Sarah (Hebrew: שָׂרָה, Śārāh; Arabic: سارة, Sāra ; "princess") or Sarai (Hebrew: שָׂרַי, Śārāy), (2018 AM—2145 AM, or 1986 BC-1859 BC), is a biblical matriarch and the wife of Abraham, the patriarch of Judaism, Christianity, and Islam.
Life and Family
Departure into Canaan
In 2083 AM (1921 BC), she accompanied her husband Abraham into Canaan, after Abraham received a summons from God to enter that land. In 2084 AM (1920 BC), a famine struck the land, and Abraham's household traveled to Egypt, where food was available. There Abraham introduced Sarah as his "sister" to the Egyptians. Sarah was taken into the palace of the Pharaoh, but was later released unharmed and untouched. The Pharaoh gave Abraham's household many gifts. These included a servant girl, Hagar, who was handmaid to Sarah.
Hagar and Ishmael
When, thirteen years later, three angels delivered a direct message from God that Sarah would have a son of her own, she laughed in disbelief. She was, after all, 89 years old at this time, and was post-menopausal. She tried to deny laughing, but God knew the truth.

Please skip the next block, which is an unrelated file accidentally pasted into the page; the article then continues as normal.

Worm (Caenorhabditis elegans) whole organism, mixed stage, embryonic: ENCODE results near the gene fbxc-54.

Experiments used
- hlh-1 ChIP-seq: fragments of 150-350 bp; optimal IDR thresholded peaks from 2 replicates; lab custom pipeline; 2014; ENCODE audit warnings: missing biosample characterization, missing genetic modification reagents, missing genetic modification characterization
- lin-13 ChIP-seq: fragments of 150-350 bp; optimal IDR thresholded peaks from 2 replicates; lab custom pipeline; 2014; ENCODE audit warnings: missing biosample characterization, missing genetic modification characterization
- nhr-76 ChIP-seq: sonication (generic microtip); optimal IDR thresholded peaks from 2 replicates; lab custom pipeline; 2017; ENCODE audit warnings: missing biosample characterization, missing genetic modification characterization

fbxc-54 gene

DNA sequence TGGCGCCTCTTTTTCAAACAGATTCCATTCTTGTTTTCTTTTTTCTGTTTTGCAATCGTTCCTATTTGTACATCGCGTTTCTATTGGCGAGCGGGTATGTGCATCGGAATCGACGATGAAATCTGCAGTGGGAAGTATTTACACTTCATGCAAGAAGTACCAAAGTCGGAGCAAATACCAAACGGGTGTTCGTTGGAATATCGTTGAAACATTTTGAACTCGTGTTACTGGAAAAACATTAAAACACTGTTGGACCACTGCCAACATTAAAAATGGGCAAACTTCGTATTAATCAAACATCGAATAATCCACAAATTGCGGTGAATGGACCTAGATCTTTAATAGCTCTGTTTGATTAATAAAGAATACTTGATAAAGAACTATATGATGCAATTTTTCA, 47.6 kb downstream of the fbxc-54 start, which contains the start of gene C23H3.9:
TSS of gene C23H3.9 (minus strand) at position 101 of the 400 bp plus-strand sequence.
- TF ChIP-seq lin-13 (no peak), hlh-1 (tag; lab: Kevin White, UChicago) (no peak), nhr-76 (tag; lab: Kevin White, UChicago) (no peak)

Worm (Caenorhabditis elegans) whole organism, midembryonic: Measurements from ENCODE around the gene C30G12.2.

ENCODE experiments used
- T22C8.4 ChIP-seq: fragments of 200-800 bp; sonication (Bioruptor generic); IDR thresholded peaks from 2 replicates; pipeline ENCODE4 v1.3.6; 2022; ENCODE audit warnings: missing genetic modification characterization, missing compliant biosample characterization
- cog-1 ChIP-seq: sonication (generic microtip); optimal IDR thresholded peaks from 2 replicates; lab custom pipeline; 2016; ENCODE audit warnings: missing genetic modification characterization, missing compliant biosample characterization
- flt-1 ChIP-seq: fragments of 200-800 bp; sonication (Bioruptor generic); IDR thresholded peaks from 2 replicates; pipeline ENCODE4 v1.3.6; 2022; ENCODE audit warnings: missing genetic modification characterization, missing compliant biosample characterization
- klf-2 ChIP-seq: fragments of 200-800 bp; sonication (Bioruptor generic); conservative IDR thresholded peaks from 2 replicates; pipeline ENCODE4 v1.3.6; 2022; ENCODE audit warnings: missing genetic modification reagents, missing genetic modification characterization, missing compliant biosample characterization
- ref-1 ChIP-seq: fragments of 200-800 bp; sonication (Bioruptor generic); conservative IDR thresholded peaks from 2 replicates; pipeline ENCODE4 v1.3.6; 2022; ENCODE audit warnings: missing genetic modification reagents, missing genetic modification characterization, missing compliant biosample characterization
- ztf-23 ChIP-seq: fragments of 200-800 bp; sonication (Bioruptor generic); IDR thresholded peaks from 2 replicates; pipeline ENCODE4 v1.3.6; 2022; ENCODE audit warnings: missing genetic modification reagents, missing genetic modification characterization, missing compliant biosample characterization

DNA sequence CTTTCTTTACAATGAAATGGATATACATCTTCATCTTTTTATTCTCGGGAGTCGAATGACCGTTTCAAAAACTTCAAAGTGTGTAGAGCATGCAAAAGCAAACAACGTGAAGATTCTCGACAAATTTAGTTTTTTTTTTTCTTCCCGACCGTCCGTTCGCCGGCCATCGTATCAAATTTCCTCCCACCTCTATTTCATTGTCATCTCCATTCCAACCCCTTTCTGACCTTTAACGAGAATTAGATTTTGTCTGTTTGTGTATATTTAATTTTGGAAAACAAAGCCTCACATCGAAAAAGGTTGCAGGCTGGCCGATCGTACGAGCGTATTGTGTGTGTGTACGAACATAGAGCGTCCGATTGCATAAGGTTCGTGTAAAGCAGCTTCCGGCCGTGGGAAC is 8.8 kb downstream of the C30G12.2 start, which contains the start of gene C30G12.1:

Birth of Isaac
When Sarah was 90 years old, her son Isaac was born. Five years later, Abraham declared a feast throughout his camp in Isaac's honor. On that occasion, Sarah saw Ishmael behaving toward Isaac in a mocking manner. She then prevailed upon Abraham to send Hagar and Ishmael away. She never saw either person again.
Some authorities have traditionally held that the "four hundred years of evil treatment" (Genesis 15:17 ) begin with this incident. In fact, the Exodus of Israel from Egypt did take place four hundred years later.
Death and Burial
Sarah died in 2145 AM, having lived for 127 years. Upon her death, Abraham bought a burial cave at Mearat Machpelah (the Cave of the Patriarchs) to bury her in. He himself was buried later in the same place. Eventually all the patriarchs and all the matriarchs but Rachel would be buried there.
- ↑ Genesis 20:12
- ↑ James Ussher, The Annals of the World, Larry Pierce, ed., Green Forest, AR: Master Books, 2003 (ISBN 0890513600), pgh. 65
- ↑ Genesis 11:30
- ↑ Genesis 12:1-5
- ↑ Genesis 12:10-20
- ↑ Genesis 16:1-2
- ↑ Genesis 18:11-15
- ↑ This is how Isaac got his name, which means "he shall laugh."
- ↑ Genesis 21:1-6
- ↑ Genesis 21:9-11
- ↑ Jones, Floyd N. The Chronology of the Old Testament, Green Forest, AR: Master Books, 2004 (ISBN 9780890514160), pp. 53-61 and Charts 3, 3A, and 3B.
- ↑ Genesis 23